My journey from Ecuador to the Galápagos Islands was far from straightforward. Firstly, I had to catch a plane to the tiny island of Baltra, which is only the length of the runway and the airport terminal. So if a pilot gets it wrong his plane ends up in the Pacific. I was on a big plane so, needless to say, it was a heavy landing following by a deafening screech of brakes and screams from nervous passengers.
Once through the tiny terminal, I caught a bus to the edge of the island where a small boat ferried passengers 200m across the sea to the island of Santa Cruz. This should have been a pleasant little crossing, but the majority of the passengers were short, plump Ecuadorian ladies with massive suitcases and even bigger behinds. I had a suffocating 5 minutes squashed between such two senoras and 4 suitcases, on a 3 foot long bench.
When I was able to breath again, I jumped into a pick-up truck/taxi for the 45 minute ride to the harbour. I then took another boat for the 2 hour trip to my destination, the island of Isabela. Having been warned that this crossing was very bumpy I had wisely taken some sea sickness tablets. It was a good job I had. The boat provided nothing except a sick bag to each passenger and I spent a miserable couple of hours being sprayed by surf and airborne vomit.
After what seemed like an eternity, Isabela island came into sight, complete with penguins playing on the rocks in the afternoon sun and sea lions paddling in the harbour. I knew instantly that the arduous journey had been worth every minute.
I was met from the boat and taken to meet the other international volunteers, many of whom were older than the usual Gap year students I encounter. Much as I love young people, it is actually quite refreshing to not feel like the Granny one of them has had to bring along to the party. Ok, I admit that I am still the oldest by ten years, but at least this bunch have heard of Pink Floyd.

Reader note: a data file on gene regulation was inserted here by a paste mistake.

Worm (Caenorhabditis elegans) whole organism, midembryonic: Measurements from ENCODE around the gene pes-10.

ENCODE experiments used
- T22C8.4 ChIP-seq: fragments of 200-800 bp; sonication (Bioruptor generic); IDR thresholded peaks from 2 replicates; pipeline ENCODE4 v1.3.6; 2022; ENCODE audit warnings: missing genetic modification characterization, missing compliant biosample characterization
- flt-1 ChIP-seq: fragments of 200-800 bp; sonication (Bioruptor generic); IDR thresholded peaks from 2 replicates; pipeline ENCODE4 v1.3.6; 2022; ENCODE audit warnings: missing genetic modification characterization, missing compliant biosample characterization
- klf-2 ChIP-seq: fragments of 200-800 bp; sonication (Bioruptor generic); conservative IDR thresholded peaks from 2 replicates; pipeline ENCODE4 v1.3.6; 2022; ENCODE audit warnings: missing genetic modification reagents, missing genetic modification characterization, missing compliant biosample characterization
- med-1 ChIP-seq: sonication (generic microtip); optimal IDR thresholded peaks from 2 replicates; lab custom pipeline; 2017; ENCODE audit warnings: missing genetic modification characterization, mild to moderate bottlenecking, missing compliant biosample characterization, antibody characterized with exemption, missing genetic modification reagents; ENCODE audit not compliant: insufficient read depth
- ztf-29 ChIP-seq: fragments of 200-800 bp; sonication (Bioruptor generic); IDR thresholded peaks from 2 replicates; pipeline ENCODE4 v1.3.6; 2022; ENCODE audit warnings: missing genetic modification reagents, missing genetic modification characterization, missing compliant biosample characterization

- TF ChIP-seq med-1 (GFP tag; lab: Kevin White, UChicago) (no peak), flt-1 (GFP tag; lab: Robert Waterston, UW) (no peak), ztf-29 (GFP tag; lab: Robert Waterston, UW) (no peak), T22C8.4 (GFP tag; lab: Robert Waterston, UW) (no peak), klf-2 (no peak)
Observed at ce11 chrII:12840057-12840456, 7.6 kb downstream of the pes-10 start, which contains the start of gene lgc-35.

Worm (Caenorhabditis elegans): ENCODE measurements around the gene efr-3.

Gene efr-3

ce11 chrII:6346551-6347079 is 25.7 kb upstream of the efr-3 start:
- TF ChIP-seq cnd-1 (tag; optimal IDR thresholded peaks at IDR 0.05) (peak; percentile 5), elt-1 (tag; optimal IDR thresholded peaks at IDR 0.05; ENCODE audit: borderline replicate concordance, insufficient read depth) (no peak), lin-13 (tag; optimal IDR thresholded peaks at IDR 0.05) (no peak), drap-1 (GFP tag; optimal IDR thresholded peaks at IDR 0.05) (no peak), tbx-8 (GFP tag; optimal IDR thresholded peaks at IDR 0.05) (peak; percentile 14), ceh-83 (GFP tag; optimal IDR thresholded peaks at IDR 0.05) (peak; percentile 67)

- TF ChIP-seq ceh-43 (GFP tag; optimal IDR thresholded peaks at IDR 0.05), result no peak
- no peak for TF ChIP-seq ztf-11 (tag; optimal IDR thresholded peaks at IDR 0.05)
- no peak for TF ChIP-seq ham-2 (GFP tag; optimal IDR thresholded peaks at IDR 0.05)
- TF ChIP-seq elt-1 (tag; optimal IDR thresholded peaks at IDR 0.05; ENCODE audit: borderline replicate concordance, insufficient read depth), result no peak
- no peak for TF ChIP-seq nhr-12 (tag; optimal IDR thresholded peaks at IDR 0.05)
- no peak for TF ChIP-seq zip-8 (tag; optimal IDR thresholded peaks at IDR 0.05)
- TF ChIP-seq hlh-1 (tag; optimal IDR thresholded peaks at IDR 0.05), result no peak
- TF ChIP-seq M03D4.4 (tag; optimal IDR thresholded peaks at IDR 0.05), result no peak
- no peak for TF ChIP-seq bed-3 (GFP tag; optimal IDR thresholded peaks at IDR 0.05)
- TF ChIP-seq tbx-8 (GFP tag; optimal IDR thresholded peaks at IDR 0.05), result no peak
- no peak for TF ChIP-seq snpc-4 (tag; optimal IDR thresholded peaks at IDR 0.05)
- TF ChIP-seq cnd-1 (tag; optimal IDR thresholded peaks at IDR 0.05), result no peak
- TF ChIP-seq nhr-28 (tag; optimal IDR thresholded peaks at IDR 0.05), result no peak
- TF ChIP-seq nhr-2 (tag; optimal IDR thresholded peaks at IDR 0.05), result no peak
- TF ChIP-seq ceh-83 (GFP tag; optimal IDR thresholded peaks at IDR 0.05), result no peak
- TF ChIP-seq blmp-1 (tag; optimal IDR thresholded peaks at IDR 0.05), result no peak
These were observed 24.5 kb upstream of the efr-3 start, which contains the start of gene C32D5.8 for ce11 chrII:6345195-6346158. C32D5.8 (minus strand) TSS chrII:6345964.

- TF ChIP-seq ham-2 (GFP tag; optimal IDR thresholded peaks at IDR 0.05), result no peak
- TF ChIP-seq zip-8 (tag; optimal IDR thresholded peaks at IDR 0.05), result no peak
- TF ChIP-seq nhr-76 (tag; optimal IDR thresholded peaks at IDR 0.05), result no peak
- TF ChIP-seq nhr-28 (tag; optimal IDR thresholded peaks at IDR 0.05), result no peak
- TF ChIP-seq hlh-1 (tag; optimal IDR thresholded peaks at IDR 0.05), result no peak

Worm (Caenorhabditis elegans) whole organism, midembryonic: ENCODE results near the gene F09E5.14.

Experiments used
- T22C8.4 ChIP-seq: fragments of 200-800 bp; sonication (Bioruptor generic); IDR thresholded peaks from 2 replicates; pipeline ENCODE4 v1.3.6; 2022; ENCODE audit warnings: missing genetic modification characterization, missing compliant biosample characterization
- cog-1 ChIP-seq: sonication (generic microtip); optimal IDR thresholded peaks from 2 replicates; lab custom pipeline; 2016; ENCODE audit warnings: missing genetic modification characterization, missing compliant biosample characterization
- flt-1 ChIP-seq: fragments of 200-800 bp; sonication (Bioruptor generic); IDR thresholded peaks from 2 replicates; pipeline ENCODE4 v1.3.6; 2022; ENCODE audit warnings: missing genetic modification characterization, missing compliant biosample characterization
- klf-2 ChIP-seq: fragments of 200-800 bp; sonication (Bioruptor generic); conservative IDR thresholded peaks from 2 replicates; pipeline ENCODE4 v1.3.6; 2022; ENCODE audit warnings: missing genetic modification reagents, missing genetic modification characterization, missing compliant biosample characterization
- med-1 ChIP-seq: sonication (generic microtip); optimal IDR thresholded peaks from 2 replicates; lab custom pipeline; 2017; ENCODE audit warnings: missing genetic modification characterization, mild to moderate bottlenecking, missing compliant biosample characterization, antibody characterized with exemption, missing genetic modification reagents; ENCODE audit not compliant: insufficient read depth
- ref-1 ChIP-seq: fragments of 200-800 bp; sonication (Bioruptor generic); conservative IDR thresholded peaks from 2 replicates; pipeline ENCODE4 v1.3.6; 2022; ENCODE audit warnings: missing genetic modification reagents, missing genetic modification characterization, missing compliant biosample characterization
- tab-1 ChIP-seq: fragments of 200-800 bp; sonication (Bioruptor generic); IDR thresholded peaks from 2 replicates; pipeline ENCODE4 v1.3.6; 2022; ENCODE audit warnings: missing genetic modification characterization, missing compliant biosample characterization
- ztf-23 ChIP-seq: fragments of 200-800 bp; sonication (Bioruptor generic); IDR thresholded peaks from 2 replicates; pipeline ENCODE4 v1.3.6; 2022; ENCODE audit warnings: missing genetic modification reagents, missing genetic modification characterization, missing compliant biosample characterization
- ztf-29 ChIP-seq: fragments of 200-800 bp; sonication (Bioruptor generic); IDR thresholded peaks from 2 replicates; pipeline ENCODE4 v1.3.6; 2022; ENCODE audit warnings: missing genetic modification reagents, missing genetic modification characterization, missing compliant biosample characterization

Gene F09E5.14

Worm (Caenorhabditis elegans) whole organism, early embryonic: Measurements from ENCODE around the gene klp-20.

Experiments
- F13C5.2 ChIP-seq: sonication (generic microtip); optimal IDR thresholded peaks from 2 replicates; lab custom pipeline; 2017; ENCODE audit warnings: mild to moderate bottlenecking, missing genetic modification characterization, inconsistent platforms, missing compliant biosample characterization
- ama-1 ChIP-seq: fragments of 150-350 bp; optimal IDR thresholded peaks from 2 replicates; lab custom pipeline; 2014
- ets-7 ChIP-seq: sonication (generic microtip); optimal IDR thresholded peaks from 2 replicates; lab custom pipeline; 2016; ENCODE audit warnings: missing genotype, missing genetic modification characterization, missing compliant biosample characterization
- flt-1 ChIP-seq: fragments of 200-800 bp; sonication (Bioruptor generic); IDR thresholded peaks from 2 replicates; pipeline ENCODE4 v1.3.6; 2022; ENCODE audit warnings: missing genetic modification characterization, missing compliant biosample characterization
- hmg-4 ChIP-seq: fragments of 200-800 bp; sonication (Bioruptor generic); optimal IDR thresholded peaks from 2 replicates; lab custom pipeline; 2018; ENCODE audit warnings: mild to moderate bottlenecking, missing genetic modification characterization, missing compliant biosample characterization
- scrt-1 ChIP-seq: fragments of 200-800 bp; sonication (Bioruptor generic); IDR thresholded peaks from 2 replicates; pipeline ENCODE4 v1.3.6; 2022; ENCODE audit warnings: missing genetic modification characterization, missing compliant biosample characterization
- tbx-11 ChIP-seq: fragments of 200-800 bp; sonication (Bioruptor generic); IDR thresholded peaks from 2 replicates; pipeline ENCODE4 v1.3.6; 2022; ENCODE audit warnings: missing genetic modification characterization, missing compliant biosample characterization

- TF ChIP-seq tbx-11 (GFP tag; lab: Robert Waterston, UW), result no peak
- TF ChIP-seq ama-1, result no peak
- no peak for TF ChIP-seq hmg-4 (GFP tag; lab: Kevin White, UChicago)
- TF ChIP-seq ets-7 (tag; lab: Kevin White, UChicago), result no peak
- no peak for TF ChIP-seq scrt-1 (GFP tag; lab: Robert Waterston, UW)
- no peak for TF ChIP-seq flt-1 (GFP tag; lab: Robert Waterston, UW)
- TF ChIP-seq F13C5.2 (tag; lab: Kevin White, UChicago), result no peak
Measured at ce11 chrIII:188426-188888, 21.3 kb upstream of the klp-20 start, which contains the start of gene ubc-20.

The next morning I started work at the Galápagos Turtle Breeding Centre where tortoises are bred in captivity to re-populate the islands with this critically endangered species. 330 tortoises from new borns to 150 year old seniors live here, but the majority are released into the wild aged 3.
I think it would be fair to say that these creatures are not the best lookers on Earth, they are also incredibly stupid. Even in a vast enclosure, if one tortoise wants to get somewhere and another is in the way, they will climb over each other rather than go round. Unfortunately this sometimes results in one of them toppling over and lying upside down with legs flaying. It is very extremely difficult for them to right themselves, as they are so top heavy and in the wild they often simply die.
My job includes sweeping out the enclosures, feeding the tortoises on banana leaves and numbering their shells. Picking up tiny baby tortoises and trying to paint their shells is a most curious job. They wriggle and squirm to get free and, understandably, they pee out of the sheer panic of being suspended in mid air. I am proud to say that I am one of very few people who can say they have been peed on by a Galápagos tortoise.
After work, afternoons are spent as you would expect in such a divine location. We sit on deserted beaches, snorkel and marvel at the vast array of wildlife we live amongst; from flamingoes, pelicans, penguins and sea lions to turtles and iguanas. I think I rather like it here..